As should be clear, a number of resourceful groups have studied this problem by an amazing variety of methods, none rigorous to date --- and it is sometimes hard to inter-compare results. Here is a suggestion: Everyone at work on this problem will benefit if all groups report, at a minimum, the invariant observables M, J, and (noting that quadrupole gravity waves will show up at ), for each orbital configuration, and especially for the ISCO:

For a given binary, the evolutionary sequence of orbital configurations should obey the Thorne-Zel'dovich law, . I say should rather than does, because to my knowledge no-one has proved this law for configurations which are not strictly stationary, rigidly rotating, asymptotically flat solutions of the full Einstein equations --- so binaries are not yet covered, and in particular, radiation-less schemes are not yet covered. This provides a good sanity check on the numerical calculations, assuming validity. To prove more general validity poses a good research problem.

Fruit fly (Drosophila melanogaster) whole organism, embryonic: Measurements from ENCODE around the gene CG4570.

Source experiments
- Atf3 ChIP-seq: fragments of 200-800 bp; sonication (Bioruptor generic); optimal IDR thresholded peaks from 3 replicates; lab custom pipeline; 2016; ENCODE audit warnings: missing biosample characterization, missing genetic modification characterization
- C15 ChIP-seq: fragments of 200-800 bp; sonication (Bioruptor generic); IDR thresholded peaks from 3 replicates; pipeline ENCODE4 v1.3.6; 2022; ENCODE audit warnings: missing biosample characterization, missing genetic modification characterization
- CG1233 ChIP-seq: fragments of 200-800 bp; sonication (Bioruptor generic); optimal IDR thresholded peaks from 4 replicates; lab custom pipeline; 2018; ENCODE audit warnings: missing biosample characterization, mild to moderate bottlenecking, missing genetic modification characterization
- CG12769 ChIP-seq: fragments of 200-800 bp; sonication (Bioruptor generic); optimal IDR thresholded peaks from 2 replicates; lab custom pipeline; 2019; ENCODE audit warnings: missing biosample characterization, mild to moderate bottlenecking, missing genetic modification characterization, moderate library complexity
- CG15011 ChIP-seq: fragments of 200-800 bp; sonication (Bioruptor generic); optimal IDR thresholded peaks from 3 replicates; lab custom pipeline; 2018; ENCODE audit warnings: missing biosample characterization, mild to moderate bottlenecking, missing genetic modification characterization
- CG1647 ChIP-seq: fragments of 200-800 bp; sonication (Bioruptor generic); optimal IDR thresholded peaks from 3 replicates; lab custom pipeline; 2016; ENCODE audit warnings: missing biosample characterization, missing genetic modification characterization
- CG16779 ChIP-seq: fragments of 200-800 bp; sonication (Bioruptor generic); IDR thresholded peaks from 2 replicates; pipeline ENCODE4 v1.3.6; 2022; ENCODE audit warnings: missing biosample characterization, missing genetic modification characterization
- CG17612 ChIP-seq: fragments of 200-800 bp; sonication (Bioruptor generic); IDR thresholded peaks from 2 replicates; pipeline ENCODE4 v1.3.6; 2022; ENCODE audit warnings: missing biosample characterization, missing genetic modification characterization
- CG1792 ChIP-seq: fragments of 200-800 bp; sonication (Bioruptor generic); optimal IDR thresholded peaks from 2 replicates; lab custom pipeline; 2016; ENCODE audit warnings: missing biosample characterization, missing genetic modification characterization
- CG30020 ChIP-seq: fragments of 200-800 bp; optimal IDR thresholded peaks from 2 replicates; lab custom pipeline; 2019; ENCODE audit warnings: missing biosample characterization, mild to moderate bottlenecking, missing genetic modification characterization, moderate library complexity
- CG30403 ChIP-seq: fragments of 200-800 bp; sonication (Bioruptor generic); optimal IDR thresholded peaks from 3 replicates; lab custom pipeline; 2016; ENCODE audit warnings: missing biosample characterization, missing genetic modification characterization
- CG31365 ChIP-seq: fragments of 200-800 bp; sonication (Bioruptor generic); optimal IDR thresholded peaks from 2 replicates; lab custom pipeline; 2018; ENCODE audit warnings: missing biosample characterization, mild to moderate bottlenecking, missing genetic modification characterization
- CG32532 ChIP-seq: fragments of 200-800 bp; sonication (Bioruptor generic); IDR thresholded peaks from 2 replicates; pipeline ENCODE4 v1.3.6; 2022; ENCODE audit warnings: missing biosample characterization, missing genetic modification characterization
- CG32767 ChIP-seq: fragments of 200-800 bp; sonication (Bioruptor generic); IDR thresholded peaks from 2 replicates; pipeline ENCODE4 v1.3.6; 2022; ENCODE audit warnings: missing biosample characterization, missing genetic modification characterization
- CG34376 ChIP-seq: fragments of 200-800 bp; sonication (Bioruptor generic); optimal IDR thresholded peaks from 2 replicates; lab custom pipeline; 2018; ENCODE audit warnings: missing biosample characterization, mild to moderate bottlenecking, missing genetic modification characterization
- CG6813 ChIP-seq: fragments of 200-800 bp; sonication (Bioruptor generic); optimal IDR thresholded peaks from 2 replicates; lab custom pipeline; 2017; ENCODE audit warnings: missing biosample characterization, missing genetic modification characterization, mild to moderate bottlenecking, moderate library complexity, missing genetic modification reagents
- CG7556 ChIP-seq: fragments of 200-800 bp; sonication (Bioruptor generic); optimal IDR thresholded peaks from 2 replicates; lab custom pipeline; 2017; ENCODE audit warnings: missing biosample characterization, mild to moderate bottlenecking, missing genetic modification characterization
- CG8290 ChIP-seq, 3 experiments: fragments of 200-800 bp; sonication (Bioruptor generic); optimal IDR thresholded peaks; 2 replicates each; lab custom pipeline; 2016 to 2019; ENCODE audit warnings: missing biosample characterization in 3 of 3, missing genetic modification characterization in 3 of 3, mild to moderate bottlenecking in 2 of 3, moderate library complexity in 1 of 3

In summary, here is a list of important questions that remain open:

  1. Do real neutron stars disrupt, or collapse to black holes, or neither, before the ISCO?
  2. How much matter (neutrinos, electromagnetic fields, relativistic jet or wind, excretion disk) gets left behind from a coalescing neutron star binary?
  3. Do real (say, initially non-rotating) black holes reach the ISCO while the total J is too big for any Kerr black hole, ? --- If so, do unexpected GW signals emerge after the ISCO to carry off the excess J?
  4. Same question for real neutron stars. In this case, does matter or gravity waves carry off most of the excess J?



Jorge Pullin
Tue Feb 4 22:28:54 EST 1997